A Dentist’s Guide to Dental Sealants: Are They Right for You?

A Dentist’s Guide to Dental Sealants: Are They Right for You?

Jun 02, 2023

Dental sealants help prevent cavities when applied to your molars pre-molars. They are also beneficial for treating minor cavities. Whether dental sealants are suitable for you depends on various factors.

For example, your child may have back teeth with smooth chewing surfaces, while another has teeth with nooks and crannies. In addition, while one hole in a tooth might be sealable, the same hole in another child’s mouth may require dental fillings. Therefore it helps if you know why sealants help you decide correctly when considering them for you or your child.

Why Get Dental Sealants?

Dental sealants, also called pits and fissure sealants, help protect against cavities on the molars and the molars soon after erupting. They prevent cavities in children’s teeth to avoid needing dental fillings.

Children between six and 14 are cavity prone when the permanent teeth push out the baby teeth. Parents have minimal control over their child’s diet and dental hygiene practices. The sealants help prevent most holes when applied immediately after the back teeth emerge. The first molars emerge at around six, while the second at 12.

The CDC comments that dental sealants protect against 80 percent of cavities for two years after an application and continue the protection against 50 percent of holes for another four years. Children between six and 11 without sealants on their teeth are three times more likely to develop cavities on their first molars than children with them. The statistics appear striking because when you consider the pain and expenditure of getting dental fillings over time, dental sealants are an effective preventive measure to ensure children don’t develop cavities.

Indicators Confirming Dental Sealants Are Essential

The benefits of dental sealants maximize when they are applied before the occurrence of cavities. Therefore, dentists recommend dental sealants near you in the following circumstances.

  • Children’s molars have narrow grooves and fissures on newly erupted permanent back teeth.
  • Staining occurs in the grooves and crevices.
  • Decay is noticeable in the first permanent molars.
  • Children have special needs.
  • Extensive decay is noticeable in baby teeth.

Dental sealants are unnecessary if you can prevent decay by supervising your child about proper brushing, flossing, diet, and fluoride treatments. Therefore, besides getting your child dental sealants to prevent cavities, it helps if you watch your child’s eating habits, look for deep grooves and fissures with plenty of nooks and crannies, and supervise your child’s hygiene practices. It would help to consider how much guidance you can provide about oral care.

Dental Sealants for Baby Teeth

With the emergence of permanent teeth, the baby teeth fall out between six and 14. Therefore you may wonder whether your child needs dental sealants on teeth they will eventually lose.

Your decision to have dental sealants on your child’s teeth depends on how likely your child may develop cavities. Children eating plenty of sugary and carbohydrate-rich foods with deep pits and fissures on their molars are candidates for dental sealants. Adults without restorations or decay can also get dental sealants in Baltimore, MD, but may have to pay slightly higher prices to protect their molars.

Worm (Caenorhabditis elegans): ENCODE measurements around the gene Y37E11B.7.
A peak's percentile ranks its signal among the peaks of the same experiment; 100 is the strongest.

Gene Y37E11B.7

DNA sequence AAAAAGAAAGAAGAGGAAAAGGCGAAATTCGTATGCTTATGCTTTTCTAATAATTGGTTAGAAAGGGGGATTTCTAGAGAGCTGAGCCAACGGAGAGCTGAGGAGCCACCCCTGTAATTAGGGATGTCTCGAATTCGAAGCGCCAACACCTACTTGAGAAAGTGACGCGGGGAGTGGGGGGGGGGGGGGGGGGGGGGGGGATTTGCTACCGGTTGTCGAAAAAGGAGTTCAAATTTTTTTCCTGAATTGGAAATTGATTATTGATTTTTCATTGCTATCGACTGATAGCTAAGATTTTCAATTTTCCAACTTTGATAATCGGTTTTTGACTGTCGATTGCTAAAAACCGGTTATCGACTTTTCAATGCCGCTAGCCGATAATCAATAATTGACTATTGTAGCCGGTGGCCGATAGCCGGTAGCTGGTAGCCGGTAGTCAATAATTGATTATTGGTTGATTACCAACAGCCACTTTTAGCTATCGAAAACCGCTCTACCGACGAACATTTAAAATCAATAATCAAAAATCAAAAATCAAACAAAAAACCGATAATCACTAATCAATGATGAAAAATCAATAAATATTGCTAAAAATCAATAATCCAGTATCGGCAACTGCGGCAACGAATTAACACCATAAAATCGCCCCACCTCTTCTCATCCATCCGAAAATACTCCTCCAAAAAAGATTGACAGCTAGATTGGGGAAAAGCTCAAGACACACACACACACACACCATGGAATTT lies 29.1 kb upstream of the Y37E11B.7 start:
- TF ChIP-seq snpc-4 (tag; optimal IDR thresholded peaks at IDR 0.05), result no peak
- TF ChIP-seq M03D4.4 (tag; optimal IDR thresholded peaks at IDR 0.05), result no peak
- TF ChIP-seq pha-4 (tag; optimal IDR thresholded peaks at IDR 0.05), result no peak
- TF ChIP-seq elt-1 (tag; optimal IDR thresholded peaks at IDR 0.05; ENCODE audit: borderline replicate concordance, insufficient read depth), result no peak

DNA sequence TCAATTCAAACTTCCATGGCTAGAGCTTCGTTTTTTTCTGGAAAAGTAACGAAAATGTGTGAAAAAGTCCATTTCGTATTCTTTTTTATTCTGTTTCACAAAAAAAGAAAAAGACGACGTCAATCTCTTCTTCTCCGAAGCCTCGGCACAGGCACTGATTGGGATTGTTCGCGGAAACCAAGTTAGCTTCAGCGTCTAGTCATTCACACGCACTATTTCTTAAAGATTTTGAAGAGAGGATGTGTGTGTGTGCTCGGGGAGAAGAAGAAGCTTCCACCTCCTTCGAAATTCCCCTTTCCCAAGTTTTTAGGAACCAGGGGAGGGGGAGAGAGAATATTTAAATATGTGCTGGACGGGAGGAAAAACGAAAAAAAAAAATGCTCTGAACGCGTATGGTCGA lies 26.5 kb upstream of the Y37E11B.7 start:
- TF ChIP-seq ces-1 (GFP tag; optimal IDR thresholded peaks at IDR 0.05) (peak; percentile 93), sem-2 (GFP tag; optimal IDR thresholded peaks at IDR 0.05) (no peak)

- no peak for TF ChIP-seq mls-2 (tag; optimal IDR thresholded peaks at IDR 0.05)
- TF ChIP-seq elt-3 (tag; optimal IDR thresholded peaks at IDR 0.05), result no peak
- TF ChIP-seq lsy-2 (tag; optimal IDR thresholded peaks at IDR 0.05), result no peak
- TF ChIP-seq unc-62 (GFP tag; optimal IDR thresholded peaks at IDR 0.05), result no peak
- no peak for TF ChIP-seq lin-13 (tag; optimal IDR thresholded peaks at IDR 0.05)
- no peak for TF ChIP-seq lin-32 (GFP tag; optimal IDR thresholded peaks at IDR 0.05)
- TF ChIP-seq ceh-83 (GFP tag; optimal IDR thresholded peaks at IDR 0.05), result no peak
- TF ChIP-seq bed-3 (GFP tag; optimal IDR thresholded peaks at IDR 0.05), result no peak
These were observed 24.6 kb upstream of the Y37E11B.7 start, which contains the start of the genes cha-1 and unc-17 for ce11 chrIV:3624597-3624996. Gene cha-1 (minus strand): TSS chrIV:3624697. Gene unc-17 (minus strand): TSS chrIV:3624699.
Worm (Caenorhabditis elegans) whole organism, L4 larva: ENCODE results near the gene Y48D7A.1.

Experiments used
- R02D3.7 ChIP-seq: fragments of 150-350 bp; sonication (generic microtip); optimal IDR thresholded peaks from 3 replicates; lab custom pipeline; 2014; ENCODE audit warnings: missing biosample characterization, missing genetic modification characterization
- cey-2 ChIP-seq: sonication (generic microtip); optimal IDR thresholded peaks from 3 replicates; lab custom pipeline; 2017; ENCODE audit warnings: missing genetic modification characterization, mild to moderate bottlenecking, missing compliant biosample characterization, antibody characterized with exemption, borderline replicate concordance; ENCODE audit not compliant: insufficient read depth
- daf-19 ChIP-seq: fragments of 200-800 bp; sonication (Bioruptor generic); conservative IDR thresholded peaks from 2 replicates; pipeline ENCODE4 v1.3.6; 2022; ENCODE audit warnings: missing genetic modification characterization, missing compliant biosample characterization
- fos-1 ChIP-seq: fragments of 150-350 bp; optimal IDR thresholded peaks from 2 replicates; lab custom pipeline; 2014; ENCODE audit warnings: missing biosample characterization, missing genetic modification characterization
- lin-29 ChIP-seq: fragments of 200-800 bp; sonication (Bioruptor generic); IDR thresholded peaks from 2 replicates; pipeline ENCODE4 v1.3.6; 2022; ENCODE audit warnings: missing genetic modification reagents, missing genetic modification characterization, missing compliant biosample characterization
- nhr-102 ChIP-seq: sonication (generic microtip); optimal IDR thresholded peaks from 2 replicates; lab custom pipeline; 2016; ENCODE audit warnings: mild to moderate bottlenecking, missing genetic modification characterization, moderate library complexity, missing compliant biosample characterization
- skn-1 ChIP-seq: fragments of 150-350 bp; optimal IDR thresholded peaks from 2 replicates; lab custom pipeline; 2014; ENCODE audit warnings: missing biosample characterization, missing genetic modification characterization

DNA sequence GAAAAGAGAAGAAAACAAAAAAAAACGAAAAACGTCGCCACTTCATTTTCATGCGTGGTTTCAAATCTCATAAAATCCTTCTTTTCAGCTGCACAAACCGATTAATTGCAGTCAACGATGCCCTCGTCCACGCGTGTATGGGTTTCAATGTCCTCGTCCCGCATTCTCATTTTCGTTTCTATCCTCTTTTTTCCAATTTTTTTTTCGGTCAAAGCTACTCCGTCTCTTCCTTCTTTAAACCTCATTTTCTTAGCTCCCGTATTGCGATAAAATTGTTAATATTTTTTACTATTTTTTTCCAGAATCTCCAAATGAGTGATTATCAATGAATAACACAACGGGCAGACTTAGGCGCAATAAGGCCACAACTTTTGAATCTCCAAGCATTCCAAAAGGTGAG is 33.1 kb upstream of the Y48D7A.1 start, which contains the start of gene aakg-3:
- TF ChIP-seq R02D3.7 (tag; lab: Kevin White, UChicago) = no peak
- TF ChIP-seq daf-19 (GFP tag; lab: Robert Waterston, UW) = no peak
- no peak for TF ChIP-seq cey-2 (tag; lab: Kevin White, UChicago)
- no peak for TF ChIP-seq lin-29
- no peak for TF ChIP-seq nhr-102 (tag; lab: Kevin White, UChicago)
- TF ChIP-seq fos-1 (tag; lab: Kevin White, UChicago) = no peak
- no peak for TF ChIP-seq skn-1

Children getting dental sealants from the dentist near you benefit from low prices, insurance coverage, and discount plans reducing costs further. Therefore before considering dental sealants for your teeth, it helps if you discuss the fees with the dentist to prevent financial surprises after receiving the treatment.

There is no difference between protecting baby teeth from cavities and permanent teeth because both are essential. Baby teeth are placeholders for permanent teeth, and holes in them can result in misalignment and crowding of the permanent teeth.

Dental Sealants on Existing Cavities

Dental sealants aim to prevent exposure to food, saliva, and other cavity-causing risks. However, the American Association of pediatric dentistry has confirmed that dental sealants can occasionally stop decay. Mouth bacteria find it challenging to cause additional tooth decay under dental sealants when an experienced dentist applies the bonds. The provider’s experience is essential, especially if signs of decay are evident. bacteria

The American Dental Association also confirms that using sealants to treat early signs of tooth decay before it forms a hole helps inhibit cavities if the dentist notices the early symptoms during regular checkups and cleanings. Unfortunately, your child will need a dental filling if the pollution has expanded.

The Eventual Determinant for Dental Sealants: Your Child’s Dentist

Dental sealants need regular monitoring during six monthly exams and cleanings, making it essential for you to inquire with the child’s dentist are sealants or fillings are beneficial for your child’s teeth, home care measures to ensure decay does not remain on the teeth, the frequency of replacements and how often children need follow-ups.

If your child doesn’t have dental sealants on their teeth or an experienced dentist nearby to provide them, consult Canton Crossing Dental today to protect their back teeth and prevent unnecessary expenditure on dental fillings. In addition, do not allow tooth decay to expand by getting your children dental sealants on their molars and pre-molars during the cavity-prone years.

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